By William Fallon
New to the Collegiate faculty this year, Sports Performance Coach Chris Peoples comes to the job with a passion for coaching and a drive to make Collegiate athletes better, and he is already making a positive impact on students. Michael Brost (19’) describes him as a “high energy coach who understands the rigors of day-to-day athletics and life at Collegiate.”
Growing up in Reidsville, North Carolina, Peoples was a sports enthusiast as a child. He played “any and every sport” that he could, but golf and football with his friends were his favorites. His enthusiasm for football led him to Methodist University in Fayetteville, North Carolina, where he played football as a wide receiver. Once his football career ended at Methodist, he “knew he wanted to coach.” Immediately after school, he got into teaching and coaching. He wanted to be involved with football but also wanted to be able to focus on coaching other sports. After being part of the year-round strength and conditioning programs in college, Peoples realized the benefits they provided him as an athlete and loved the change and improvements brought on by conditioning, physically, mentally, and emotionally.
Because of this, he went back to school at UNC Greensboro (UNCG) to pursue his dreams as a coach. While at UNC Greensboro, he got a degree in kinesiology, the study of human and nonhuman animal-body movements, performance, and function by applying the sciences of biomechanics, anatomy, physiology, psychology, and neuroscience. While attending UNCG, he received several certifications in Strength and Conditioning and did internships at Wake Forest University, N.C. State University, and High Point University as a strength and conditioning coach. Before coaching at Collegiate, he coached at Starmount High School and West Forsyth High School, both in North Carolina.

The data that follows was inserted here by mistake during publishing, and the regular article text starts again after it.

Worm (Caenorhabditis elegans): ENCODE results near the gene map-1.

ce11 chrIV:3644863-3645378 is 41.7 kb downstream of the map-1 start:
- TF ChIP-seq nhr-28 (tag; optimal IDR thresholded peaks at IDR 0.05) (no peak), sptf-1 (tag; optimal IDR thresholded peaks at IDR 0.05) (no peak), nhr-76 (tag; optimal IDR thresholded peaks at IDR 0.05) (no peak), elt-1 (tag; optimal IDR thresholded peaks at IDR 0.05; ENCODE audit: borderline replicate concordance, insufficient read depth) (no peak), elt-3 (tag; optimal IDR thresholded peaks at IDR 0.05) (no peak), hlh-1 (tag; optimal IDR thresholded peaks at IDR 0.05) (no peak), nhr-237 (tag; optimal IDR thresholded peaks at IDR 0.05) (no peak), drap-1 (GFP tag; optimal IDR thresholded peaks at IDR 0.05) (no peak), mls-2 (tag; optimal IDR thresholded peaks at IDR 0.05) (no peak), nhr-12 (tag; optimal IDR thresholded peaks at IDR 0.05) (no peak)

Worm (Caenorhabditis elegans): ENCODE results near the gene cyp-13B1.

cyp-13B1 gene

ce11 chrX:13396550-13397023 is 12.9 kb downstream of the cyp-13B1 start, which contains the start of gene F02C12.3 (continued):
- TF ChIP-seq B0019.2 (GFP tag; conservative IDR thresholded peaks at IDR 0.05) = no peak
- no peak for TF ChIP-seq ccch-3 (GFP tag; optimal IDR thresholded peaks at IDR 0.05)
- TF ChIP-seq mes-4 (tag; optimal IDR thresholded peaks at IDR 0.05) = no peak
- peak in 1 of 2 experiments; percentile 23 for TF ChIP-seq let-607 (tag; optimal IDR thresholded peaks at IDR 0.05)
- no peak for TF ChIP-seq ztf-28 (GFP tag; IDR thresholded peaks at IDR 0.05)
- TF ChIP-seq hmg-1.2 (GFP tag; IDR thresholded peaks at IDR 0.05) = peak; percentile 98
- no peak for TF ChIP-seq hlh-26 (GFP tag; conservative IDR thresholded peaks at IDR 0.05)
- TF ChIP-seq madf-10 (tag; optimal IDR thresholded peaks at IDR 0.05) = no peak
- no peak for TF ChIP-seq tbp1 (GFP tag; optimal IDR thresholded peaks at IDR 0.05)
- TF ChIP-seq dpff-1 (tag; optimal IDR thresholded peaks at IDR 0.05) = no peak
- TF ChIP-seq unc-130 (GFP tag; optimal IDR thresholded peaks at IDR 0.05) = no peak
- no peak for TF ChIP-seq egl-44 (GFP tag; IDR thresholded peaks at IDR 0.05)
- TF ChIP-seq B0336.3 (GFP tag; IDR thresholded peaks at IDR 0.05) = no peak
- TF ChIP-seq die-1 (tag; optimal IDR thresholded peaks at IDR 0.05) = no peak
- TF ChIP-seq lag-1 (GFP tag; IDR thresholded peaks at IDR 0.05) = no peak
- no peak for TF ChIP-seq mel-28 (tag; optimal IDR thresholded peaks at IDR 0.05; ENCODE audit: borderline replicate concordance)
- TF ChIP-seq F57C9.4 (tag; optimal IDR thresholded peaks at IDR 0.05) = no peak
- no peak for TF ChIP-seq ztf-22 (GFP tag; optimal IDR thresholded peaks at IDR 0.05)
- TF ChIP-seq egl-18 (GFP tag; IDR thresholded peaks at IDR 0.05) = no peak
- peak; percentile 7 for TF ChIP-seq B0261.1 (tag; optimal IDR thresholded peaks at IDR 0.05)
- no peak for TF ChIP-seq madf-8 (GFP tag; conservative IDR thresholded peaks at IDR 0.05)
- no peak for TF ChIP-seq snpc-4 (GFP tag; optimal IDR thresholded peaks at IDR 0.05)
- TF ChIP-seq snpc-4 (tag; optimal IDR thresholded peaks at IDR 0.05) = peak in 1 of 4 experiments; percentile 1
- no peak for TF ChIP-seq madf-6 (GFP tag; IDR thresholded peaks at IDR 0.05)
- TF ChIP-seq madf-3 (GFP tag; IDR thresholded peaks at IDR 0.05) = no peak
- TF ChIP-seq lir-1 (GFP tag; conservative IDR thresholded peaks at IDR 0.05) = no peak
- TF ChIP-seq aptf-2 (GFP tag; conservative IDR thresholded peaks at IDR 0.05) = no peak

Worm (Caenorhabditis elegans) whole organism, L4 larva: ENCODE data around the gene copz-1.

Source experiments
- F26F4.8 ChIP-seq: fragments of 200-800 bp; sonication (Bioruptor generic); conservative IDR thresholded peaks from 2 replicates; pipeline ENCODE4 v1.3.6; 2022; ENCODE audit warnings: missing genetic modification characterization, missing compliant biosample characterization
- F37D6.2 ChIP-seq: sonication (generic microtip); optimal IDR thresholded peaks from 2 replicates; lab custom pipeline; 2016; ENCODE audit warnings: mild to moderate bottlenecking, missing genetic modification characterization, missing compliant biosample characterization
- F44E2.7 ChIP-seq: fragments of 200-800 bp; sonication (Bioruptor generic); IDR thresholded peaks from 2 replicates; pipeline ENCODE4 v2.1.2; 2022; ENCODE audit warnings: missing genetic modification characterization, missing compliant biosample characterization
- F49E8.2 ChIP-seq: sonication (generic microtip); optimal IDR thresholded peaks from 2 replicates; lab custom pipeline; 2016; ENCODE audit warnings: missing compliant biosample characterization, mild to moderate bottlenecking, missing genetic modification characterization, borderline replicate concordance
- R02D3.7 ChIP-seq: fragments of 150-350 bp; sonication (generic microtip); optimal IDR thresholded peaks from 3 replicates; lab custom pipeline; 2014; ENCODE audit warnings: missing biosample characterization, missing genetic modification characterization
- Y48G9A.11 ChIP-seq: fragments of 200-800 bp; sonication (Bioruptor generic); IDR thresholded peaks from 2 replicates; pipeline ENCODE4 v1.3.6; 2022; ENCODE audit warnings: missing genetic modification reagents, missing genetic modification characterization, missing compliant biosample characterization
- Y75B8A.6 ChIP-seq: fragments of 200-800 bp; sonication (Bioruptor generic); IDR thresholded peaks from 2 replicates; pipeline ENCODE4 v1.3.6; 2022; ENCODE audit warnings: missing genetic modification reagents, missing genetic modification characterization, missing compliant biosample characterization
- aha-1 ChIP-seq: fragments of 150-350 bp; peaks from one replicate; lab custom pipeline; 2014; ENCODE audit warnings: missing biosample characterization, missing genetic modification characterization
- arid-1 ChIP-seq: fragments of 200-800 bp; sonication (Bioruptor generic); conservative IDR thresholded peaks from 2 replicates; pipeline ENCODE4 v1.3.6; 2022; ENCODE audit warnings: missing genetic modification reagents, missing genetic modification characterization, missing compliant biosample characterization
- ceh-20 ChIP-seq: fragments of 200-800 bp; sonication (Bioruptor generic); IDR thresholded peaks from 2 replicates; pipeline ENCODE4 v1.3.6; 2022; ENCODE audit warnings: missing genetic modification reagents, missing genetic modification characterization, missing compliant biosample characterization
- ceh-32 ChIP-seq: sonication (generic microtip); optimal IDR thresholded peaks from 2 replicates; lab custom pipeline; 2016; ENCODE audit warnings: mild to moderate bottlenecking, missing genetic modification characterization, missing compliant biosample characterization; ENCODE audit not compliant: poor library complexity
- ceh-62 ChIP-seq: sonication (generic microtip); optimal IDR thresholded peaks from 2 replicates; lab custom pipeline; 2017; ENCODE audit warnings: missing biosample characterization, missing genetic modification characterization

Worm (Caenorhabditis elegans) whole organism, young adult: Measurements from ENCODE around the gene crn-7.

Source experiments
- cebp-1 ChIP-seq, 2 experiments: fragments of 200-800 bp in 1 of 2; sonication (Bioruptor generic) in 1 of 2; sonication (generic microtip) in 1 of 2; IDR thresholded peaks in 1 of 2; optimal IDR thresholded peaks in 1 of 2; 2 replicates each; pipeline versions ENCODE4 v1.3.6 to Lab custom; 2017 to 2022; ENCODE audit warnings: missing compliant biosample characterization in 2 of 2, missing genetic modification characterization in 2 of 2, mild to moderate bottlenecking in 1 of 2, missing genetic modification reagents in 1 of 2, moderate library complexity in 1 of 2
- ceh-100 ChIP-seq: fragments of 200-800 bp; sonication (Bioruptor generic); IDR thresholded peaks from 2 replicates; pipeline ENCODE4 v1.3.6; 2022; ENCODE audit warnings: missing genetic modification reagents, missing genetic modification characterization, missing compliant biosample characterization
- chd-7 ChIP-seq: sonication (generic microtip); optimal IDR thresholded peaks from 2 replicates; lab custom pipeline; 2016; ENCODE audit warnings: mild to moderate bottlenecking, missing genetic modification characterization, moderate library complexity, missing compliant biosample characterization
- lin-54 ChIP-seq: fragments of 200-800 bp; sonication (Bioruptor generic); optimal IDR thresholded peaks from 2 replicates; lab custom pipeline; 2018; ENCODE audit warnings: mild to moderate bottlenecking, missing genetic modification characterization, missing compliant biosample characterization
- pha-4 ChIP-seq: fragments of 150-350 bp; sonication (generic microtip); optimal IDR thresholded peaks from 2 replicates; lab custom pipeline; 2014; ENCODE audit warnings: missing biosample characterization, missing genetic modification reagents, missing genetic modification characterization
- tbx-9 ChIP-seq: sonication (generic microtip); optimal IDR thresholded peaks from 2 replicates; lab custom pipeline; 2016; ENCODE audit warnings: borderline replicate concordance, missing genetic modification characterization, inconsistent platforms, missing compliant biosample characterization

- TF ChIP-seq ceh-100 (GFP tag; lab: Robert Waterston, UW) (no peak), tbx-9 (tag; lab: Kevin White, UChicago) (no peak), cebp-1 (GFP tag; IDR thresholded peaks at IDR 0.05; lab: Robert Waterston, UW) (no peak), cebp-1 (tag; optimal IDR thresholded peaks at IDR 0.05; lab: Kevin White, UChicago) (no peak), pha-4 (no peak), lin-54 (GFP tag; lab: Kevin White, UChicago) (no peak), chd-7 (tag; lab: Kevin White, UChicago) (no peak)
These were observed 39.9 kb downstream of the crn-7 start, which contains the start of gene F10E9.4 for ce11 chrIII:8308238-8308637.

While at Collegiate, Peoples’ aspires to be the best coach he can and enjoys training athletes in a variety of sports and ages. He plans on continuing and upgrading his coaching certifications, specifically being USA Olympic Certified, and plans on attending clinics to improve his knowledge in coaching and strength and conditioning. He wants to learn as much as possible from Associate Athletic Director and coach Will O’Brien because of his experience in coaching at Collegiate, specifically with regards to the differences between college and high school coaching.
In his free time, Peoples also plans on receiving another degree either in Sports Performance, Education, or Sports Administration, “something that can help further my career.” Being a “huge movie guy,” he claims that his favorite movie is Remember The Titans because “it greatly reflects on who I am and what I like.” After being in Richmond and specifically Collegiate for only a few months, he says that his “short-time here has been amazing” and he hopes “to have a long career here.”
Peoples strives to improve each student and make them the best athlete they can be. With his knowledge of football and its rigorous weight room sessions and training, “Coach Peoples has had a positive influence on the growth and development of the members of the football team,” says Upper School Dean of Students and head varsity football coach Mark Palyo. He understands the daily life of students and creates energetic, positive, respectful, and focused environment in the weight room. “Coach Peoples’ rapport with the team was established early in the season. The team is focused when he talks to them, and I also see the team working in the manner as instructed by Coach,” says Palyo. He focuses on all details and makes each student the best they can be. “I like [Coach Peoples] because he does a great job advising even the just the smallest details in the lifting exercise,” says Nick Stepanian (’18).
Photos courtesy of Chris Peoples.